Whole Foods has raised its outlook on 2012 sales growth and has plans to open between 24 and 27 new stores -- and the company can well afford it. Management reports generating more than $340 million in cash during the last quarter, and they are using approximately one-third of it to maintain older stores and open new ones. Whole Foods returned $18 million to stockholders in the form of dividends, as well.

Smaller stores and an expanding customer base bring home the (organic) bacon
Whole Foods has realized greater profit in shrinking the size of its stores, finding that they outperform the larger ones. Stores opened in 2011 averaged 38,000 square feet -- smaller than those brought online in 2010 -- and yielded 29% higher sales per square foot. For 2012, the footprint is smaller still at 33,000 square feet, and the company plans to realize even higher productivity.

Whole Foods is finding that moving to communities with college campuses translates into lower development and business costs while still providing a large customer base. Additionally, the stores provide goods that other grocery chains do not. They also stock a large supply of natural supplements, as well as non-toxic household products. Management prides itself on offering a large array of perishable goods, and it believes this area is largely responsible for the company's loyal contingent of customers.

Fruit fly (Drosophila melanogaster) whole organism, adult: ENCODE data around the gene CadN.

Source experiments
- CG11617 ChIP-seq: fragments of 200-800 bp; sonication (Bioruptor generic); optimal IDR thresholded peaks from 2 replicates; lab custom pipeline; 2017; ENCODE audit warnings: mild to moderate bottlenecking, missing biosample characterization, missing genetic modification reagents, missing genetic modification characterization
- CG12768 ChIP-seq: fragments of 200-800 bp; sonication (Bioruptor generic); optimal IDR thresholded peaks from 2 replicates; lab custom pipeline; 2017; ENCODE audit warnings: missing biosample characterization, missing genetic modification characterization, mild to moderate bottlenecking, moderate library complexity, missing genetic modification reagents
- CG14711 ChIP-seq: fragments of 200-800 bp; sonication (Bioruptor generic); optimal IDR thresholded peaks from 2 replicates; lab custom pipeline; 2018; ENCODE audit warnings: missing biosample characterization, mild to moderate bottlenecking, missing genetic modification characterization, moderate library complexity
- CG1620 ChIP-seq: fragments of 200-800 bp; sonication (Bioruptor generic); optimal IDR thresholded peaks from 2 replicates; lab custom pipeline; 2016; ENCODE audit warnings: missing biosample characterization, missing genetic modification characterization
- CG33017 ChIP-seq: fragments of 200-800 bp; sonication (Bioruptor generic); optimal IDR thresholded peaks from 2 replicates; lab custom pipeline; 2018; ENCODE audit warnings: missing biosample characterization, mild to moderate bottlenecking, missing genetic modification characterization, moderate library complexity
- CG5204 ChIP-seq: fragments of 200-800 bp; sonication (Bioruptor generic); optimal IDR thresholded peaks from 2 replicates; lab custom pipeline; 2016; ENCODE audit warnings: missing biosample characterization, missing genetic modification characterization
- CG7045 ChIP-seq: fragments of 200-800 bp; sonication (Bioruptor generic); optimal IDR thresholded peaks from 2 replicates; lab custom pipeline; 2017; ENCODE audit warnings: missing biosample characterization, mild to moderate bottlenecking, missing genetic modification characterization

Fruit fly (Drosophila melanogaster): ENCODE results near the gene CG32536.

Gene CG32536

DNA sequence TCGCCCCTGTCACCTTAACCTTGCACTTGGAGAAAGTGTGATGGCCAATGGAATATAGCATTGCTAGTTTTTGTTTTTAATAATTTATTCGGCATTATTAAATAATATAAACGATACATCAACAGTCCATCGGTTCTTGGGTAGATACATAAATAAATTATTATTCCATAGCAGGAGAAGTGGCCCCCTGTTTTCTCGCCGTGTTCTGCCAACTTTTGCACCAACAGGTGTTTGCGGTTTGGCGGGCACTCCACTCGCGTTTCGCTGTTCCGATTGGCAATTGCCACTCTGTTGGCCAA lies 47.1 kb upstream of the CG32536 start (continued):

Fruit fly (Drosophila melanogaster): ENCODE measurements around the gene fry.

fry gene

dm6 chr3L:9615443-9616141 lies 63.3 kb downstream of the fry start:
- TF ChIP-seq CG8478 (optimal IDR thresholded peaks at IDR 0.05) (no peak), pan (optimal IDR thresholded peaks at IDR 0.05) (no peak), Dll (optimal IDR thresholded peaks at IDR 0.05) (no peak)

A natural investment strategy
Whole Foods Market has a perfect recipe for continued growth and earnings, both of which increased despite rising food prices. Its core customer base is extremely loyal, and its new customer retention rate is excellent. Its increased guidance for this year shows a confidence borne out by its stellar market experience. This company offers a full plate of positive indicators for the savvy investor to chew on, no doubt about it.

What about The Fresh Market? I say this stock looks very tempting. The company appears to be on the right track for growth and earnings and, like Whole Foods, tends to concentrate on perishable grocery items. If it is smart, it will take a page from Whole Foods' book. Another thought: Perhaps they will attract the behemoth's attention and become part of the Whole Foods family. Now, there's a tasty tidbit to savor.

If this article has whetted your appetite for more information about retailers who profit by setting their own pace, take a peek at our report, The Motley Fool's top Stock for 2012. It's chock-a-block full of great investment advice -- and, best of all, it's free!

Fool contributor Amanda Alix owns no shares in the companies mentioned above.

The Motley Fool owns shares of Whole Foods Market and SUPERVALU. Motley Fool newsletter services have recommended buying shares of The Fresh Market and Whole Foods Market. Motley Fool newsletter services have recommended buying calls in SUPERVALU. Try any of our Foolish newsletter services free for 30 days. We Fools may not all hold the same opinions, but we all believe that considering a diverse range of insights makes us better investors. The Motley Fool has a disclosure policy.